More connection. More collection.

The California Health Survey (CHIS) is using a new multi-pronged data collection method — a series of communications by mail and the option to take the survey over the internet — to increase survey response.

Since its inception in 2001, the California Health Interview Survey (CHIS) has been an innovative and invaluable resource for policymakers, researchers, health experts, members of the media, and others for credible and comprehensive data on the health of Californians. For 20 years, the CHIS sample design and data collection methodology have remained relatively unchanged using random-digit dialing (RDD) computer-assisted telephone interviews (CATI), with the addition of cell phone RDD following the tremendous growth of cell phone usage.

Over the last few decades, the telephone survey landscape has seen some major changes as new barriers and technologies have developed. The growth of cell phone only households and advent of the smartphone resulted in large cultural shifts in how we communicate. Telephone interviewing has become more challenging with the proliferation of spam calls, robocalls, and call blocking, as well as the implementation of the Telephone Consumer Protection Act.

Simultaneously, new and more complete sampling frames based on addresses were developed and allowed for more survey modes to be easily used for data collection giving to the popular rise of mixed mode surveys. Accessibility to the Internet within homes and on our mobile devices also brought a new, less expensive way to collect data. 


With all of these factors impacting survey research, the sustainability of a telephone-based methodology for CHIS was in question. It was time for the CHIS once again to innovate, and to explore alternative survey methods to remain relevant and viable.

Thanks to generous support from Kaiser Permanente and the California Department of Health Care Services, in 2018 CHIS was able to conduct two field experiments to test a new sample design and data collection methodology separately from our 2018 CHIS data collection. These experiments allowed us to evaluate different methods for web and telephone surveys, and prove the success of these new methods for the CHIS. The results of these innovative experiments have been presented at survey methodology conferences both here in the United States and abroad, and detailed reports are available below:

CHIS Survey Edited

Based on these successful experiments, beginning in 2019, CHIS transitioned to a mixed-mode survey (web and telephone) using a random sample of California addresses. After randomly selecting an address, CHIS will mail an invitation letter to the household inviting one adult member of the household to complete the survey online. This letter provides important information about the study including how to securely logon to the study website.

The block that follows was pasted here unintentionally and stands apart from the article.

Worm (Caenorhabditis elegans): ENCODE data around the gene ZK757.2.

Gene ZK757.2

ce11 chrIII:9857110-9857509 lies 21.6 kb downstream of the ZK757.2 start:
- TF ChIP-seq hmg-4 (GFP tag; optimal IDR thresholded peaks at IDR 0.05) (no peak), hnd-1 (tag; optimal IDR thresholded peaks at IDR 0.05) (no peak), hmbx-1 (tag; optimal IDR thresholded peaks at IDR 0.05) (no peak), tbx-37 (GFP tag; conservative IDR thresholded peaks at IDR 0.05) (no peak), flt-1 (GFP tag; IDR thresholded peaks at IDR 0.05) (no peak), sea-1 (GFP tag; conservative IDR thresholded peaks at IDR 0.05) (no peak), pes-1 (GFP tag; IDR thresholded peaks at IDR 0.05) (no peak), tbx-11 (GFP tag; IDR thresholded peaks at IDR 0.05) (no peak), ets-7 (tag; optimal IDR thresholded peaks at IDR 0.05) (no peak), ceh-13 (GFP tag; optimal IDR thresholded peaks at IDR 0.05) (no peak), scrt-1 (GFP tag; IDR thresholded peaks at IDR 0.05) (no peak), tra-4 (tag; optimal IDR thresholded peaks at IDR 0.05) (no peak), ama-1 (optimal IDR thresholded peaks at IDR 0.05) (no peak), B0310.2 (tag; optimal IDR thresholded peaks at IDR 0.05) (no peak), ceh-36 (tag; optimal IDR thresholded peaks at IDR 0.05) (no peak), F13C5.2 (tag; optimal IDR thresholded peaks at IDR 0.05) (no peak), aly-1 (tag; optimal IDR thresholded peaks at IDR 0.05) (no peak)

Following the initial invitation, additional mailings are sent to the household encouraging their participation. Once a household has received all letters, interviewers will attempt to complete the interview over the telephone for households where we have a valid telephone number. Households will also be provided a telephone number in the invitation letter that they can call if they prefer to complete the survey with a trained telephone interviewer, rather than completing the survey online.

Households that have eligible children (aged 0 to 11) will answer questions about one randomly selected child as part of the survey. Households that have eligible adolescents (aged 12 to 17) will be invited to have one randomly selected adolescent complete the survey online or by telephone, with a parent’s permission.

The online survey was initially available in five languages: English, Spanish, Chinese, Korean, and Vietnamese. A sixth language, Tagalog, was added later. Trained interviewers will be available to conduct the survey over the telephone in the same languages. The mailings sent to each address will be customized to include messages in multiple languages, based on the expected language needs in that neighborhood.

This new methodological approach allows CHIS to more effectively contact and survey Californians about their health and health care needs while maintaining the high level of data quality users have come to expect. This new design also reduces the number of households we need to contact each year while maintaining historic levels of completed surveys, thus reducing the burden on Californians each year. With these design changes in place, the redesigned CHIS is positioned to remain a valuable source of health data for years to come.